The earliest and probably most aesthetically pleasing Jumbo Jet, the Boeing (BA.N) 747, revolutionised aviation only to have its more over five-decade tenure as Queen of the Skies ended with more productive twinjet aircraft.
53 years after the 747’s instantaneously identifiable humped silhouette captured the world’s eye as a Pan Am passenger jet, the final commercial Boeing jumbo will be handed to Atlas Air (AAWW.O) on Tuesday in the surviving cargo variant.
Bruce Dickinson, the lead vocalist of Iron Maiden, who flew the specially decorated 747 known as “Ed Force One” on the British band’s tour in 2016, believed: “On the ground it’s majestic, it’s imposing.”
It’s also very nimble in the air. A person could really throw this large aeroplane around if they wanted to.
The world’s earliest twin-aisle broad-body jetliner’s head and upper deck were constructed in the late 1960s to accommodate the need for mass travel, and were later transformed into the most opulent club above the clouds.
But the 747 truly revolutionised travel in the nearly unending rows in the rear of the new jumbo.
Ben Smith, CEO of Air France-KLM, said this was THE aircraft that made flying accessible to the middle class in the United States.
A typical family could not afford to travel from the United States to Europe before 747, according to Smith.
The jumbo also left its influence on world events, representing both war and tranquillity, from America’s nuclear command post aboard the “Doomsday Plane” to pope visits aboard specially-chartered 747s dubbed “Shepherd One.”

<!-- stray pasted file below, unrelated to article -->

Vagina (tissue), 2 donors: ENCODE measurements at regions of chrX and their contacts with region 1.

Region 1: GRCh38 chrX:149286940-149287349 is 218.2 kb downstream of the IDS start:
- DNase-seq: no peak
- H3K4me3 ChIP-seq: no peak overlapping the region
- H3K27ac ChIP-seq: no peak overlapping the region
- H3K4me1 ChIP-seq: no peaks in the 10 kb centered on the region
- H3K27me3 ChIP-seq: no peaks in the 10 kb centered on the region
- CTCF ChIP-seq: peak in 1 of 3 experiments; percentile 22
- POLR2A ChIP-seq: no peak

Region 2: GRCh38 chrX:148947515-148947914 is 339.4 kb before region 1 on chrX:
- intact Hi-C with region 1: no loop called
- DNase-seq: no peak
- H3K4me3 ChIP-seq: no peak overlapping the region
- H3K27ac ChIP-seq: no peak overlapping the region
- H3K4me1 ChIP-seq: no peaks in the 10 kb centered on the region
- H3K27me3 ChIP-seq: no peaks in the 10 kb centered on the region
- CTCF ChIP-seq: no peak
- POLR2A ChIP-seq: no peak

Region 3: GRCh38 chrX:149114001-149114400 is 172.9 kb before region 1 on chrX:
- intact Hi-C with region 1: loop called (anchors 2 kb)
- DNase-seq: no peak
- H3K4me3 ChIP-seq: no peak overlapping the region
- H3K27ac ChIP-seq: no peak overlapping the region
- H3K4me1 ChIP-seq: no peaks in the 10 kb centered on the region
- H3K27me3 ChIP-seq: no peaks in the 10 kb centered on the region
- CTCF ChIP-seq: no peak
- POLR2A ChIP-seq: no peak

Currently, two previously deployed 747s are being modified to replace the American presidential aircraft known as Air Force One around the world.
Linda Freier worked as a flight attendant for Pan Am, serving everyone from Mother Teresa to Michael Jackson.
The passenger mix was really diverse. Freier believed folks who had expensive clothing and those who had little money spent it all on that ticket.
After a delay caused by an engine problem, the first 747 lifted off from New York on January 22, 1970, more than doubling the number of seats on board to 350–400. This changed the way airports were built.
Aviation historian Max Kingsley-Jones said it was the aeroplane built for the general public, the one that actually had the capacity to serve a large market.
The senior consultant at the Ascend by Cirium continued, “It was revolutionary across all aspects of the industry.”
The story of its creation is now a popular aviation legend.
Juan Trippe, who founded Pan Am, tried to reduce costs by adding more seats. He challenged Boeing CEO William Allen to create something larger than the 707 while fishing.
Allen assigned Joe Sutter, a well-known engineer, to command. With the first flight going to take place on February 9, 1969, Sutter’s “The Incredibles” crew constructed the 747 in around 28 months.
Although it eventually became a cash cow, the 747’s initial years were troubled by problems, and the $1 billion in development costs almost put Boeing out of business because it believed supersonic jets were really the future’s wave.
Following a decline during the oil crisis of the 1970s, the 747-400, which Boeing released in 1989 with turbo models and lighter materials to fulfil the rising demand for trans-Pacific flights, marked the beginning of the aircraft’s heyday.
The 747 is the most appealing and simple to land aircraft. Dickinson, who also chairs the company Caerdav which provides aviation servicing, compared it to landing an armchair.
The same wave of innovation that launched the 747 also signalled the end of the aircraft when dual-engine jets were able to match its range and capacities at a lower price.
However, due to delays, the 777X, which was supposed to unseat the 747 as the market leader in passenger aircraft, won’t be available until at least 2025.